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Usually floors underneath carpeting are hard like concrete. At least wood is softer than concrete. My MIL used to get her walker caught on her area rugs. She fell in her bathroom - tile - and gave herself many a hematoma. She fell in her kitchen - also tile - and gave herself many a black eye. Yet when she fell in her living room on the wood floor she didn't do as much damage. Wall-to-wall if it's on top of wooden floors would offer the most protection but again, if it's atop concrete it's a hard landing.
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From an elders point of view (recent changes in health) I find hardwood floors especially stairs very dangerous. I have also had a bad fall on carpet so who can tell. I tend to walk around at home barefoot because I feel personally it gives me better traction even though I am advised to always wear well fitting shoes. My walker with front wheels seems to be easy to control but the normal home really does not have room to use one indoors. Another option is to use the socks they give you in the hospital with the little sticky blobs on the sole.
A hard floor is definitely more hygienic and easier to keep clean but definitely deadly when wet. Railings certainly help a lot especially on both sides of the stairs.
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I read a study about how seniors who live in carpeted homes suffer less fractures than those with other floors. (This was about 3 years ago.) If I can find the link, I'll PM it to you. However, having carpet in a LTC facility may not be practical. I mean, just the sanitary aspect of it. With all the accidents that happen.....there is no way getting the floors clean would be possible with carpet. Do you have the option of putting carpet in her apt area? It's a lot to consider.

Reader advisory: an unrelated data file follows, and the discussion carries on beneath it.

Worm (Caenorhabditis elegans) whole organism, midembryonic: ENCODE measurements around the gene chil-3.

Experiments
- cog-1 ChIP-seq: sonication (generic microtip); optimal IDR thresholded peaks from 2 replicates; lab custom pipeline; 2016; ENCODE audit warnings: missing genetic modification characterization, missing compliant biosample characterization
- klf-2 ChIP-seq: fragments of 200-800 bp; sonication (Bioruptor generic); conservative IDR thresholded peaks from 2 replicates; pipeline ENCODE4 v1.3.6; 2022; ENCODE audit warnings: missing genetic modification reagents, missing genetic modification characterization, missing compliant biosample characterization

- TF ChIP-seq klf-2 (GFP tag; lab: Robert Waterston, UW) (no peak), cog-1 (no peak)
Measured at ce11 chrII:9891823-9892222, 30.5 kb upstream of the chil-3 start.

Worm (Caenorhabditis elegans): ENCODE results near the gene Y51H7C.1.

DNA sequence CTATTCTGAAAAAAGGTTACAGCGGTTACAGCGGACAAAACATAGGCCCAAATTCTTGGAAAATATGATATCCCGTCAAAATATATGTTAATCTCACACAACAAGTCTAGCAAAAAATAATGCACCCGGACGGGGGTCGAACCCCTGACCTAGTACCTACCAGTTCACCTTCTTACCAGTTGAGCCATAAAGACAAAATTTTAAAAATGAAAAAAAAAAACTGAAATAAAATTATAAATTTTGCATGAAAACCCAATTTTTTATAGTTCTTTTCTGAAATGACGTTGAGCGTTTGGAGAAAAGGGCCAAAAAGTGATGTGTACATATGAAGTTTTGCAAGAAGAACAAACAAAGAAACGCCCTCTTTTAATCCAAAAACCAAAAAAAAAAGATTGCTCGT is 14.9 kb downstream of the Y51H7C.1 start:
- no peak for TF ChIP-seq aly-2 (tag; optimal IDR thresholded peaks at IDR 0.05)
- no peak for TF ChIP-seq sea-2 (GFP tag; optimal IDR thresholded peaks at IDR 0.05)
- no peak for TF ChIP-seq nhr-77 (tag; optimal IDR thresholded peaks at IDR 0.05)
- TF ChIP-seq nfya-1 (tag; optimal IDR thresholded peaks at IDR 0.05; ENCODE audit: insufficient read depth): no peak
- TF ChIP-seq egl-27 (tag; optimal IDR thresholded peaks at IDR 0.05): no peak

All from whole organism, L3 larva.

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I have "true" hardwood floors in my home. They are slippery when clean and polished, even with just a satin finish. Everyone knows to be careful, and nobody has even fallen (without trying, I have 13 grandkids who love to slide across the floor!) In a NH, the cleanliness of "hardwood" is usually the 1st factor--carpet is so hard to keep clean. Messes happen and the smells linger, people will catch a toe on the carpet--mother has carpet in 2 of her rooms and she has fallen myriad times on the carpet, never on the "hardwood". It's not slippery at all.
I know what my hardwood floors are "worth" and I cannot see ANY NH putting out that kind of money on a floor that is going to need replacing every 5 years.
Carpet does "seem" warmer, but IMHO, is a greater fall risk. NO SCATTER rugs, either, as much as you might want to dress up the place, those things are definite fall risks.
I imagine the "hardwood floors" are laminate and those are not slippery, even when wet.
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I can see both sides of this question.   My Dad, who used a rolling walker, had no problems with his walker on low pile carpeting.   But if there was an messy mishap, the carpet was harder to clean up then a tiled or  coated hardwood floor.

If I was an elder, I think I rather fall on a carpet then hardwood floors.   By the way, I bet the flooring isn't real hardwood but a product that looks like hardwood, thus would be softer than the real wood.  Usually you can tell as when walking over the floor that has been installed a few years ago there will be a clack clack type sound.   Kinda like the older parquet wood floors.
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Dear daughterlu,

I think they normally prefer hardwood because its easier if they are using a walker or wheelchair. Carpet would be harder to push through. But I understand your concern about falls as well. It is a tough decision. I don't know if they are any grab bars or railings around the apartment that would help with balance.